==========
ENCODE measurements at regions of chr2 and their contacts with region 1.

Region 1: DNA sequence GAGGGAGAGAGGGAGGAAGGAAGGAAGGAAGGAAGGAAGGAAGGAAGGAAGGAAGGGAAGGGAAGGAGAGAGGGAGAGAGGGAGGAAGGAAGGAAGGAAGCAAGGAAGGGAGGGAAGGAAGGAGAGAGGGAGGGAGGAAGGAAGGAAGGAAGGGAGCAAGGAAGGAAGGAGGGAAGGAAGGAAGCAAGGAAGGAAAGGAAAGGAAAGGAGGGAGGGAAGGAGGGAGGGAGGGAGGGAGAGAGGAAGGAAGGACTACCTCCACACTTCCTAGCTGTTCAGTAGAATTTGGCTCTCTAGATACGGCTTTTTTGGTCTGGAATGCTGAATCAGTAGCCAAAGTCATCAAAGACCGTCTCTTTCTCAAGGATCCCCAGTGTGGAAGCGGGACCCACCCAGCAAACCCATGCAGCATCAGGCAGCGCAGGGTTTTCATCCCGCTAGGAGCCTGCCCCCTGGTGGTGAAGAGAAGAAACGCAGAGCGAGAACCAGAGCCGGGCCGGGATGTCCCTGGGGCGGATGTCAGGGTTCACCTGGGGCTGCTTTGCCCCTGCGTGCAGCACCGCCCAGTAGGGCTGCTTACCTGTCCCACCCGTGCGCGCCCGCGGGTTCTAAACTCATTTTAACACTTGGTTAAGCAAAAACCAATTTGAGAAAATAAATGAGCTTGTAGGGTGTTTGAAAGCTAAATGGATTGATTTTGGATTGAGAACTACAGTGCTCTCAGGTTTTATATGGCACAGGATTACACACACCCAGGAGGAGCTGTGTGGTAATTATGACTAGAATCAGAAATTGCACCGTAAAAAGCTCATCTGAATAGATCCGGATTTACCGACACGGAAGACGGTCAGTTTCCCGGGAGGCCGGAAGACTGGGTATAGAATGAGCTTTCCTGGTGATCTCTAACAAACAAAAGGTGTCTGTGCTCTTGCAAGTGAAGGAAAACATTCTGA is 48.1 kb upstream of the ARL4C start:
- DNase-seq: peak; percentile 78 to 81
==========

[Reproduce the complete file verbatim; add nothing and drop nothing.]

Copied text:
ENCODE measurements at regions of chr2 and their contacts with region 1.

Region 1: DNA sequence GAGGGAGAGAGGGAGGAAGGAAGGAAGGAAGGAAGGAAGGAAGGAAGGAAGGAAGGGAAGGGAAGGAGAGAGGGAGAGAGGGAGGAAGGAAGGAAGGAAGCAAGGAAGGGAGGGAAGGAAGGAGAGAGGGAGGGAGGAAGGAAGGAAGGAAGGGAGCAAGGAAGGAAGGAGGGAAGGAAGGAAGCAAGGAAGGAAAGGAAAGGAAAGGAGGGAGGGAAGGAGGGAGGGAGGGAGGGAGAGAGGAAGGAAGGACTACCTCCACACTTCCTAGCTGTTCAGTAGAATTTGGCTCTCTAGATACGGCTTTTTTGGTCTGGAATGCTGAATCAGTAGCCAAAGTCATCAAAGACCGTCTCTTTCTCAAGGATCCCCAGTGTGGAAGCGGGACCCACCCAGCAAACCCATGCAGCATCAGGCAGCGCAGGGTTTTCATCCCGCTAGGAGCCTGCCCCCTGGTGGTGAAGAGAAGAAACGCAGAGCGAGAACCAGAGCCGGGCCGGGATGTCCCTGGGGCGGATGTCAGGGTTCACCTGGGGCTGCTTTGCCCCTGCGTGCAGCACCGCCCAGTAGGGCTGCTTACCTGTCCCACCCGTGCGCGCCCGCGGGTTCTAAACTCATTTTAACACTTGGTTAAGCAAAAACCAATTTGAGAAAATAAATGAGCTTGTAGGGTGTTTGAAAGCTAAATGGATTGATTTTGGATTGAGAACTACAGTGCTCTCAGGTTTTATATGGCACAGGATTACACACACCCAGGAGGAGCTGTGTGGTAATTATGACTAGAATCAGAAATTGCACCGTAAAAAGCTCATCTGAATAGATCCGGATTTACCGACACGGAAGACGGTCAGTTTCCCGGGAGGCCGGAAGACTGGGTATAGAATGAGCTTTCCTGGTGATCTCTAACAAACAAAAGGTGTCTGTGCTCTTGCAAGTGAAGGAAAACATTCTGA is 48.1 kb upstream of the ARL4C start:
- DNase-seq: peak; percentile 78 to 81